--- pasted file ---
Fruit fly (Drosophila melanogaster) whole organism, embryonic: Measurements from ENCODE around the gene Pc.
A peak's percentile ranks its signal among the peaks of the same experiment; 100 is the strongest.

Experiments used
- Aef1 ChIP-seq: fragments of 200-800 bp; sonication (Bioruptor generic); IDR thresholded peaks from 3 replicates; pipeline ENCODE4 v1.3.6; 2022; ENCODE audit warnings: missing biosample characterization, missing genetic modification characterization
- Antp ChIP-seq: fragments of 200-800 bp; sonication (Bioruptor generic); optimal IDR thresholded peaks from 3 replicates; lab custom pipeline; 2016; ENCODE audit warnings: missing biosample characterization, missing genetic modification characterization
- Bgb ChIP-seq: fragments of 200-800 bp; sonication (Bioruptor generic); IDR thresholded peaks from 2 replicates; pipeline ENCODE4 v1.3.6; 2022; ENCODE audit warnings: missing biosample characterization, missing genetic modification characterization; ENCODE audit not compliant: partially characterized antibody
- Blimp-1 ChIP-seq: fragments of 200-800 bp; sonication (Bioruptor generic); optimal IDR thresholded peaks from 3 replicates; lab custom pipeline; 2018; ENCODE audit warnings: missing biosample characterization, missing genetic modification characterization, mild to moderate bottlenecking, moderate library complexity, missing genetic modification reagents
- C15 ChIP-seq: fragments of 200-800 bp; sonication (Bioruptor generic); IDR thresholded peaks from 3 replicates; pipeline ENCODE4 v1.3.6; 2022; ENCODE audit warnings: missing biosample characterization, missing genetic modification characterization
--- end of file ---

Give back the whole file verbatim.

Fruit fly (Drosophila melanogaster) whole organism, embryonic: Measurements from ENCODE around the gene Pc.
A peak's percentile ranks its signal among the peaks of the same experiment; 100 is the strongest.

Experiments used
- Aef1 ChIP-seq: fragments of 200-800 bp; sonication (Bioruptor generic); IDR thresholded peaks from 3 replicates; pipeline ENCODE4 v1.3.6; 2022; ENCODE audit warnings: missing biosample characterization, missing genetic modification characterization
- Antp ChIP-seq: fragments of 200-800 bp; sonication (Bioruptor generic); optimal IDR thresholded peaks from 3 replicates; lab custom pipeline; 2016; ENCODE audit warnings: missing biosample characterization, missing genetic modification characterization
- Bgb ChIP-seq: fragments of 200-800 bp; sonication (Bioruptor generic); IDR thresholded peaks from 2 replicates; pipeline ENCODE4 v1.3.6; 2022; ENCODE audit warnings: missing biosample characterization, missing genetic modification characterization; ENCODE audit not compliant: partially characterized antibody
- Blimp-1 ChIP-seq: fragments of 200-800 bp; sonication (Bioruptor generic); optimal IDR thresholded peaks from 3 replicates; lab custom pipeline; 2018; ENCODE audit warnings: missing biosample characterization, missing genetic modification characterization, mild to moderate bottlenecking, moderate library complexity, missing genetic modification reagents
- C15 ChIP-seq: fragments of 200-800 bp; sonication (Bioruptor generic); IDR thresholded peaks from 3 replicates; pipeline ENCODE4 v1.3.6; 2022; ENCODE audit warnings: missing biosample characterization, missing genetic modification characterization